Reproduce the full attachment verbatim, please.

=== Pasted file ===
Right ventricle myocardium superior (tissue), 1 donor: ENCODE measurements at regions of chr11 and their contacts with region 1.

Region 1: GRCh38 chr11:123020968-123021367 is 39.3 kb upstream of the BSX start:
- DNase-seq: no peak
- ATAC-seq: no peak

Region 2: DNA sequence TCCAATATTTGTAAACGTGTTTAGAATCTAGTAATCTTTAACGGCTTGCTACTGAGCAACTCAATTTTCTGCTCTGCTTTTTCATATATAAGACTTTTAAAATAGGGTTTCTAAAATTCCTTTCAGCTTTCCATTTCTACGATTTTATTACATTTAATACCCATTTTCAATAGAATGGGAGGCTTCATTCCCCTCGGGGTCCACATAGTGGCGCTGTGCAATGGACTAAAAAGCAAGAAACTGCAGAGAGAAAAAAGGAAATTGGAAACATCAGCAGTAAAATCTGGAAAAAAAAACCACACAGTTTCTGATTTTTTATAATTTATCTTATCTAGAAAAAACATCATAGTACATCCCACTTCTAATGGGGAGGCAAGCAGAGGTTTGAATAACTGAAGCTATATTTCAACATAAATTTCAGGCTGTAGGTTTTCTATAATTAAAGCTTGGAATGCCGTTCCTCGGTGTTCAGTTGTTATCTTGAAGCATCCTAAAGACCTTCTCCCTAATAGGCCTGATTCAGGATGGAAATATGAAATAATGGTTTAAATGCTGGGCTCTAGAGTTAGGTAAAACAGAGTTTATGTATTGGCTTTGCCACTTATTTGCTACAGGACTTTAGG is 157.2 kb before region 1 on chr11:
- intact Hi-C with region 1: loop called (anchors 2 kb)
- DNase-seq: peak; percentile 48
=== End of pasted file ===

Right ventricle myocardium superior (tissue), 1 donor: ENCODE measurements at regions of chr11 and their contacts with region 1.

Region 1: GRCh38 chr11:123020968-123021367 is 39.3 kb upstream of the BSX start:
- DNase-seq: no peak
- ATAC-seq: no peak

Region 2: DNA sequence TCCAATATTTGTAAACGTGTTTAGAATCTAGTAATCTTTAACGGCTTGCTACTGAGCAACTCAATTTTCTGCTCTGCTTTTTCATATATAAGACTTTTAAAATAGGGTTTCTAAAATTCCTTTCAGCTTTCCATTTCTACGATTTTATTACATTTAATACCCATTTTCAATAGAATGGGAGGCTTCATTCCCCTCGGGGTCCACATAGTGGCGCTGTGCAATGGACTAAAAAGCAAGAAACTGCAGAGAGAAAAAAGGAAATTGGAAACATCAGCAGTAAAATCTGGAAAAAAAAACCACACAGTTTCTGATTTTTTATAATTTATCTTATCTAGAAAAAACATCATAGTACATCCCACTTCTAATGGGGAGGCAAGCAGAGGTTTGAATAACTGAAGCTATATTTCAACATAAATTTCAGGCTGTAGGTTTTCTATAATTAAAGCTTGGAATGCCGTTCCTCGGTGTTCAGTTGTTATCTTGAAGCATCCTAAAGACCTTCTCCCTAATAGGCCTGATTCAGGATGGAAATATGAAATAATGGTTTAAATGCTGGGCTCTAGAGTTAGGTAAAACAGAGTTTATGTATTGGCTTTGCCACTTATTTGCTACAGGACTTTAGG is 157.2 kb before region 1 on chr11:
- intact Hi-C with region 1: loop called (anchors 2 kb)
- DNase-seq: peak; percentile 48